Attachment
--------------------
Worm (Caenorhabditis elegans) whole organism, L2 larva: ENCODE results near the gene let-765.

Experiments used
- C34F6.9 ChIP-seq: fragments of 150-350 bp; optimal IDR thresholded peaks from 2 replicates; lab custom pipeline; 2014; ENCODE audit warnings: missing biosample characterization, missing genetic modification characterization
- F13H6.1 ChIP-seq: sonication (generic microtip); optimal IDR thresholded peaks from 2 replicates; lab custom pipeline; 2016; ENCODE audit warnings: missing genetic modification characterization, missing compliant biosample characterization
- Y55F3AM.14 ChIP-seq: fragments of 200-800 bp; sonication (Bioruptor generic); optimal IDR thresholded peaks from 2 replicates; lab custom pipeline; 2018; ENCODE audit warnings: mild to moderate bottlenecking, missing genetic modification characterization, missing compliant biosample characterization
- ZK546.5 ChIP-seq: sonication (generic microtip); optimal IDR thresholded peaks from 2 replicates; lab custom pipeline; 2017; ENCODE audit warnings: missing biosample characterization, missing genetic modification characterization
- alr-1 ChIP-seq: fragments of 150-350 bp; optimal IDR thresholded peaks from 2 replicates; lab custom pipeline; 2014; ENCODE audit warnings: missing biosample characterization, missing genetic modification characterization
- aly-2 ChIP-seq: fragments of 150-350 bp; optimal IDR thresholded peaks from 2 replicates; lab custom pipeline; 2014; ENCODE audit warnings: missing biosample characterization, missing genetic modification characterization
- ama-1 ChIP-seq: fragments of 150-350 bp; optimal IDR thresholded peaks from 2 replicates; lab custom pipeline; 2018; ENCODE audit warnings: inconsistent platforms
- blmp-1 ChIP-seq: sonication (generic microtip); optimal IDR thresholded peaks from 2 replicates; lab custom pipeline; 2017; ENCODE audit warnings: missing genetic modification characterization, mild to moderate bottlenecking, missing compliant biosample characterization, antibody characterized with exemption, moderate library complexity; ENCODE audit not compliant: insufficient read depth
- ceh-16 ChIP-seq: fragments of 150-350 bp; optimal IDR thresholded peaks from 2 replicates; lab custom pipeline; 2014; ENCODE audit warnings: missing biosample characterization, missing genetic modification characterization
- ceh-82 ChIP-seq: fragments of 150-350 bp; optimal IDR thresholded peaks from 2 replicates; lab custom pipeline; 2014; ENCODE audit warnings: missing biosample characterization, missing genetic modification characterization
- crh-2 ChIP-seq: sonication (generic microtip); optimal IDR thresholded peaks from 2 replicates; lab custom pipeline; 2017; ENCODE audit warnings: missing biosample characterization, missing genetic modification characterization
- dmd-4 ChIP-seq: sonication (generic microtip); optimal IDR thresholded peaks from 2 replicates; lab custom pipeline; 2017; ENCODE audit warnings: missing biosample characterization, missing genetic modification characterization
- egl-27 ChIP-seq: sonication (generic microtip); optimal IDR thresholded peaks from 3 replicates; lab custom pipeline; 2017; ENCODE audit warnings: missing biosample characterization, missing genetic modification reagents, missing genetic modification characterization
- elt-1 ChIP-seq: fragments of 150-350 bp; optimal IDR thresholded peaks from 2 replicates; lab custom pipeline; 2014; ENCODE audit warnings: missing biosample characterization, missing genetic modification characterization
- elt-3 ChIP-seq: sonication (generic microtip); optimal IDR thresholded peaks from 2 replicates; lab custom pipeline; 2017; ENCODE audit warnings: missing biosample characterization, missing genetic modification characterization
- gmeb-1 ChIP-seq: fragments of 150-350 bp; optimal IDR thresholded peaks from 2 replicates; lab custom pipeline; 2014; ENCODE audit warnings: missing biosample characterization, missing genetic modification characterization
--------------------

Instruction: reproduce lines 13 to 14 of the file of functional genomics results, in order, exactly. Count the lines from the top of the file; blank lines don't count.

- crh-2 ChIP-seq: sonication (generic microtip); optimal IDR thresholded peaks from 2 replicates; lab custom pipeline; 2017; ENCODE audit warnings: missing biosample characterization, missing genetic modification characterization
- dmd-4 ChIP-seq: sonication (generic microtip); optimal IDR thresholded peaks from 2 replicates; lab custom pipeline; 2017; ENCODE audit warnings: missing biosample characterization, missing genetic modification characterization